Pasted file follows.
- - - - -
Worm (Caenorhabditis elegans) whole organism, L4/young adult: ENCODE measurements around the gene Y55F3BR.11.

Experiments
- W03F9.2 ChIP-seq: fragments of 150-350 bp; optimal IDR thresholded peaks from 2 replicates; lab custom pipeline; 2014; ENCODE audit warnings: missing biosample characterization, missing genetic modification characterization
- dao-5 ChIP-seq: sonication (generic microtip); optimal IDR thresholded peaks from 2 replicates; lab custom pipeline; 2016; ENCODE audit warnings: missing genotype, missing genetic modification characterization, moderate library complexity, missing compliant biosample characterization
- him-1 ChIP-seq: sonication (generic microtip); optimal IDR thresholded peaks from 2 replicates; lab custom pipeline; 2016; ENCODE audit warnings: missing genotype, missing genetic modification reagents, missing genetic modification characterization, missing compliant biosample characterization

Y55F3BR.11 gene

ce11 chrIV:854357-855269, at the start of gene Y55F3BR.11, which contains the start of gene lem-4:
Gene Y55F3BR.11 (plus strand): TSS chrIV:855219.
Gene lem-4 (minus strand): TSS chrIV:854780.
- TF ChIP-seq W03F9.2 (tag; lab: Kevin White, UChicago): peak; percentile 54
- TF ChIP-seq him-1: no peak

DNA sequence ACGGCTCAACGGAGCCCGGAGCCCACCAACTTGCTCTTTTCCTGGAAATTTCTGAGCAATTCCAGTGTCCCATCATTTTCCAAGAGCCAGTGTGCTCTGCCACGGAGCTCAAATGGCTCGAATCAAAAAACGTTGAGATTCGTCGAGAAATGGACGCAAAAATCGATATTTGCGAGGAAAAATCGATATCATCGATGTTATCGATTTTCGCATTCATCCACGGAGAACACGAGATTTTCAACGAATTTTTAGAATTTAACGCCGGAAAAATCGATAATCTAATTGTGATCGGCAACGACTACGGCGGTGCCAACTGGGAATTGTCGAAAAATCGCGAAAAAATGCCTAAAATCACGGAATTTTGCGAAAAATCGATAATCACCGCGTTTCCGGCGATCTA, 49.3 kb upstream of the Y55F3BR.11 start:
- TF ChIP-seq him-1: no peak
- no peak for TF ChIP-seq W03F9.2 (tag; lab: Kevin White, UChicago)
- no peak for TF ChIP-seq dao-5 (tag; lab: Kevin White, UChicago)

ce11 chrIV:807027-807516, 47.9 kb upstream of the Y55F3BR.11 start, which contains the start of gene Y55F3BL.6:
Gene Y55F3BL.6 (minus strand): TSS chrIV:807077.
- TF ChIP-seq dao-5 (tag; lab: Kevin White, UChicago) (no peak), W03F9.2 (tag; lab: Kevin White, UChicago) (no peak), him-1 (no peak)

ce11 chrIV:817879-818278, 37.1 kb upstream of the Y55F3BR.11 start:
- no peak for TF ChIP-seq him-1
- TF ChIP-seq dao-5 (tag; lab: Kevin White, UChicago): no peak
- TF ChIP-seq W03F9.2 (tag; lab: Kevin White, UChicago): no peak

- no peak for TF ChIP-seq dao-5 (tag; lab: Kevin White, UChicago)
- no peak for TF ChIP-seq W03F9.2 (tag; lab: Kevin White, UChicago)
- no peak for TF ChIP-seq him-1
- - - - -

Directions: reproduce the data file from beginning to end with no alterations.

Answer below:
Worm (Caenorhabditis elegans) whole organism, L4/young adult: ENCODE measurements around the gene Y55F3BR.11.

Experiments
- W03F9.2 ChIP-seq: fragments of 150-350 bp; optimal IDR thresholded peaks from 2 replicates; lab custom pipeline; 2014; ENCODE audit warnings: missing biosample characterization, missing genetic modification characterization
- dao-5 ChIP-seq: sonication (generic microtip); optimal IDR thresholded peaks from 2 replicates; lab custom pipeline; 2016; ENCODE audit warnings: missing genotype, missing genetic modification characterization, moderate library complexity, missing compliant biosample characterization
- him-1 ChIP-seq: sonication (generic microtip); optimal IDR thresholded peaks from 2 replicates; lab custom pipeline; 2016; ENCODE audit warnings: missing genotype, missing genetic modification reagents, missing genetic modification characterization, missing compliant biosample characterization

Y55F3BR.11 gene

ce11 chrIV:854357-855269, at the start of gene Y55F3BR.11, which contains the start of gene lem-4:
Gene Y55F3BR.11 (plus strand): TSS chrIV:855219.
Gene lem-4 (minus strand): TSS chrIV:854780.
- TF ChIP-seq W03F9.2 (tag; lab: Kevin White, UChicago): peak; percentile 54
- TF ChIP-seq him-1: no peak

DNA sequence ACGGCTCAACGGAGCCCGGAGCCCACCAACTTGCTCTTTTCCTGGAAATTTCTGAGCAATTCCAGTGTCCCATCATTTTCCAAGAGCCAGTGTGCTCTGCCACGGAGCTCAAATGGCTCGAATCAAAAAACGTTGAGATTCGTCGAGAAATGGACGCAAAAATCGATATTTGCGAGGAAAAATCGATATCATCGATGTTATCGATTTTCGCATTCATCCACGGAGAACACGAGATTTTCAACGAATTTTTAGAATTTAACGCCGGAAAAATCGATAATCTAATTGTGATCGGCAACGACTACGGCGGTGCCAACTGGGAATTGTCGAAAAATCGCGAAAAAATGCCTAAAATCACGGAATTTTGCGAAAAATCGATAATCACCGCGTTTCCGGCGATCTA, 49.3 kb upstream of the Y55F3BR.11 start:
- TF ChIP-seq him-1: no peak
- no peak for TF ChIP-seq W03F9.2 (tag; lab: Kevin White, UChicago)
- no peak for TF ChIP-seq dao-5 (tag; lab: Kevin White, UChicago)

ce11 chrIV:807027-807516, 47.9 kb upstream of the Y55F3BR.11 start, which contains the start of gene Y55F3BL.6:
Gene Y55F3BL.6 (minus strand): TSS chrIV:807077.
- TF ChIP-seq dao-5 (tag; lab: Kevin White, UChicago) (no peak), W03F9.2 (tag; lab: Kevin White, UChicago) (no peak), him-1 (no peak)

ce11 chrIV:817879-818278, 37.1 kb upstream of the Y55F3BR.11 start:
- no peak for TF ChIP-seq him-1
- TF ChIP-seq dao-5 (tag; lab: Kevin White, UChicago): no peak
- TF ChIP-seq W03F9.2 (tag; lab: Kevin White, UChicago): no peak

- no peak for TF ChIP-seq dao-5 (tag; lab: Kevin White, UChicago)
- no peak for TF ChIP-seq W03F9.2 (tag; lab: Kevin White, UChicago)
- no peak for TF ChIP-seq him-1